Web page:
Best Regards

Kind Regards

Dear Assistant District Attorney

Dear Madam

Dear Sir

Cases When “Best Regards” Is Lowercase

When you are using “Best regards” as a closing to an email or letter, it is advisable that only the first word should be capitalized. That is true for “Best regards” and every other phrase that comes at the end of a letter or email, such as Sincerely yours, etc.

When Is It OK to Use “Best Regards” as a Closing of an Email or Letter

Picking the right words to close a letter or email can be though. It’s a struggle to fit the perfect words that will go with the tone of the rest of the email. If you want to use “Best regards” you should use it only if:

  • The client with who you are exchanging emails has already set an informal tone to your exchange
  • When you are in conversation with a client that you had for a few months now
  • When you are interacting with a colleague at work.

Capitalize My Title is a dynamic title capitalization tool used to make sure your titles or headlines use proper capitalization rules according to various style guides include APA, AP, MLA, and Chicago. It also counts your words and checks for grammar issues.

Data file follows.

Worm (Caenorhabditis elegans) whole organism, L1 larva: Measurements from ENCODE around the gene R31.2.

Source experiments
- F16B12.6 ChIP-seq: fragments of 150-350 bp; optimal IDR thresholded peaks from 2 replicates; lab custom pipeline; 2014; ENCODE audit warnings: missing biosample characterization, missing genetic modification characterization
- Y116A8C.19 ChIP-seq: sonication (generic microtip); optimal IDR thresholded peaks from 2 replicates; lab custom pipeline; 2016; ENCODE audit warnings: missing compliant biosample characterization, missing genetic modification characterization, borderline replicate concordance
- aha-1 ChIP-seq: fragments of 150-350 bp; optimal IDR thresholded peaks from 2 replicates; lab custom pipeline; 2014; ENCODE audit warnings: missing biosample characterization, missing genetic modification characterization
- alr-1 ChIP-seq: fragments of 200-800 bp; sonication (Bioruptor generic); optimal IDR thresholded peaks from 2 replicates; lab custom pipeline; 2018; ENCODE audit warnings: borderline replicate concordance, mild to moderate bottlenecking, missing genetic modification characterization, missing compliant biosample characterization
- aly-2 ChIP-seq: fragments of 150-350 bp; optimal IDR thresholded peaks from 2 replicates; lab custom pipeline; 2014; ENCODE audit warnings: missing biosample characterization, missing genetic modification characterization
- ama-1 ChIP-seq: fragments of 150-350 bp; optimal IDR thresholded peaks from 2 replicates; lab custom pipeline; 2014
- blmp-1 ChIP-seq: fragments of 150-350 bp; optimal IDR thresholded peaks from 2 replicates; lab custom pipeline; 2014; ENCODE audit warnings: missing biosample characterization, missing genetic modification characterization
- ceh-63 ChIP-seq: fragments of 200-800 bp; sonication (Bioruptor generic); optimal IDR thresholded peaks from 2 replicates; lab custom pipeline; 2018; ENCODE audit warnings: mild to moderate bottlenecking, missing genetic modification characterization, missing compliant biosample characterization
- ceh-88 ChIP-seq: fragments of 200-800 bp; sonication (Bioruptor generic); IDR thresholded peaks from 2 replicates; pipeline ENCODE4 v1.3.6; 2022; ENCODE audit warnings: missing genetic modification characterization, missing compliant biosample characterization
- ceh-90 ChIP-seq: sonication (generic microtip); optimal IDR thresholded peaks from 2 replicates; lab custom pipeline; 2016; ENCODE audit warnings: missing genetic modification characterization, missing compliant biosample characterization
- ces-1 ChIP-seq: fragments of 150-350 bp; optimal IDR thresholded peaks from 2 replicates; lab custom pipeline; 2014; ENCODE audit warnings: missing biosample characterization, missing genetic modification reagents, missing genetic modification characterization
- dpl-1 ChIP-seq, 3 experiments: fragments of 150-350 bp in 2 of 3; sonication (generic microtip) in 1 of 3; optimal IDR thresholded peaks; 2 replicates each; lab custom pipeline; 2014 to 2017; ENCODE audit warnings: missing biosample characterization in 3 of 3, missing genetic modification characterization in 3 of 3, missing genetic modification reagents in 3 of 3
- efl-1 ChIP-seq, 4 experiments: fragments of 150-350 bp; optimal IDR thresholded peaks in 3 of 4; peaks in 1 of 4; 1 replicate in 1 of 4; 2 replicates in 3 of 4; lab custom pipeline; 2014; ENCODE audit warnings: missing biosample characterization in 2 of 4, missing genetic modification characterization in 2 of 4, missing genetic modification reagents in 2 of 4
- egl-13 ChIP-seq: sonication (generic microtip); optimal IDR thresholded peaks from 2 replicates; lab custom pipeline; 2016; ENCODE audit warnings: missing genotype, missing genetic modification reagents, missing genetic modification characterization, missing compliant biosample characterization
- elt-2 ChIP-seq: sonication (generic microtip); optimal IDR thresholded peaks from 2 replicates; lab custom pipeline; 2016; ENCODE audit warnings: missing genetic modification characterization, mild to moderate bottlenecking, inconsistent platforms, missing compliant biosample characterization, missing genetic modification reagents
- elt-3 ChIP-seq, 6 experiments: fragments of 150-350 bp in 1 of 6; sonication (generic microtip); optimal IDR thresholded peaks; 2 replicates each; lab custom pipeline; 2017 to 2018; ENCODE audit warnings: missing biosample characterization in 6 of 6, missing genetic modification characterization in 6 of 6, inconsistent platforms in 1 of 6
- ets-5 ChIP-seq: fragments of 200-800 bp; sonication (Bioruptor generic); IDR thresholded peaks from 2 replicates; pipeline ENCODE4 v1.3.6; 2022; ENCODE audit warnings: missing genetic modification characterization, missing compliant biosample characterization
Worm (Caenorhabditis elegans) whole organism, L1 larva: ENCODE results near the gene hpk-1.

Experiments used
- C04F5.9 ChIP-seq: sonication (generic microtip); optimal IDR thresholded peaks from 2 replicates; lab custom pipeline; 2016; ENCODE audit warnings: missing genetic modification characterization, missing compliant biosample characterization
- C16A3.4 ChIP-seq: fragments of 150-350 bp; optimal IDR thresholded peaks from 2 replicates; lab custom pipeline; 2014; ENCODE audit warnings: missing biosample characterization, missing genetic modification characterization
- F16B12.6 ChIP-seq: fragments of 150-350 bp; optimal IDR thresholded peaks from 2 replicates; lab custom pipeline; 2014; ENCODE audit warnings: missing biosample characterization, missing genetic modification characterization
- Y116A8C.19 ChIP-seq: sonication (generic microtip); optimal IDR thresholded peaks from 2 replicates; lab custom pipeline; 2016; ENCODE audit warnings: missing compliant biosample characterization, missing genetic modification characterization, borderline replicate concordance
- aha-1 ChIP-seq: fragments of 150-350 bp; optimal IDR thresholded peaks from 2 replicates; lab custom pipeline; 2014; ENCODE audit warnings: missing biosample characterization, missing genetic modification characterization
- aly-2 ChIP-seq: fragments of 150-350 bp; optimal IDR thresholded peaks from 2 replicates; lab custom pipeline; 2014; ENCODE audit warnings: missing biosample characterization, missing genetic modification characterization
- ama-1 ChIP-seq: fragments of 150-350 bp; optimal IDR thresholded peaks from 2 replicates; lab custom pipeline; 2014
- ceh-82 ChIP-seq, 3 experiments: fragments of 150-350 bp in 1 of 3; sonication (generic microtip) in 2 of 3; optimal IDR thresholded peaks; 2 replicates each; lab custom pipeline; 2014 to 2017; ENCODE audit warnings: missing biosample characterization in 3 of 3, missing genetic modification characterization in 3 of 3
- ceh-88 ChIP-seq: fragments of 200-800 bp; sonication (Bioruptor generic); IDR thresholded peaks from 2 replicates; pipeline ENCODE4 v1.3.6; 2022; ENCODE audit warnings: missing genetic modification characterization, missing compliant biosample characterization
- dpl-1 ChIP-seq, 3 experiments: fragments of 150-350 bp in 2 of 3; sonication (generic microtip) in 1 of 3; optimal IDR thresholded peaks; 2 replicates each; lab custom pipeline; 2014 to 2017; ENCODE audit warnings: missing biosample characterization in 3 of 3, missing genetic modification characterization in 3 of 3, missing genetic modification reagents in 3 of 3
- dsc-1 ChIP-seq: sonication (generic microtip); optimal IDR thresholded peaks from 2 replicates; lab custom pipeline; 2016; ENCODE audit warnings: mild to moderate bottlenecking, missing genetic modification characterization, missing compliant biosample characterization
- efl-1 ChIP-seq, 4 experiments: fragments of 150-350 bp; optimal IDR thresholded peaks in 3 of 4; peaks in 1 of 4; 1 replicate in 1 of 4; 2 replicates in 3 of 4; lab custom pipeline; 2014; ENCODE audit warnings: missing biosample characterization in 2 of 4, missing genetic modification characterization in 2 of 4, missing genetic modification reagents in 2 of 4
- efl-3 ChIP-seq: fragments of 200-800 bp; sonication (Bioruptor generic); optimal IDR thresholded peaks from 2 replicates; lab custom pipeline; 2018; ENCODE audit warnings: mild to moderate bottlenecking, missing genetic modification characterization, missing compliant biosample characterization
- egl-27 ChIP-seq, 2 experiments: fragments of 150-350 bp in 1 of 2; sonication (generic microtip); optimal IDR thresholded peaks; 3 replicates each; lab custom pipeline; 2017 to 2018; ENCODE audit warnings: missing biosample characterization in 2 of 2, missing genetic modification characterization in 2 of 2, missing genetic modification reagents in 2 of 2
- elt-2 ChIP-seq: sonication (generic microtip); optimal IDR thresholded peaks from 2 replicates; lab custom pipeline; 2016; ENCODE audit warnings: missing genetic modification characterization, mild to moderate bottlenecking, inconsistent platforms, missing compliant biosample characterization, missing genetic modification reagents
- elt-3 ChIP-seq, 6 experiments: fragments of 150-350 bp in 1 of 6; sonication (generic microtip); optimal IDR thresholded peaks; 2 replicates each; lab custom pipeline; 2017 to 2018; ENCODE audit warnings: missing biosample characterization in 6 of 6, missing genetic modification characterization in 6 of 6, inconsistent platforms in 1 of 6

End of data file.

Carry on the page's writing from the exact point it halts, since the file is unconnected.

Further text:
When writing, is it capitalized in a title? This question is debated by many writers and scholars of the English language as many feel that all words of less than five characters should not be capitalized. The flip side of that argument is that the two-character word “it” should be capitalized because it is a pronoun and considered a major part of speech.

Others will argue further that typically, “it” is used as the subject, and the subject should definitely be capitalized. Otherwise, it might downplay the significance of the subject and the premise of the story or article altogether.

Luckily, there are style manuals that set the rules for writing. This includes writing text along with writing titles.

So, Is “It” Capitalized?

The short answer is yes, but take a moment to peer through the reasoning behind this. It’s useful to understand this reasoning especially given the multiple writing styles in use and their differences. When writing, it is useful to remember general guidelines pertaining to what components of your title should be capitalized. Generally, the following should be capitalized: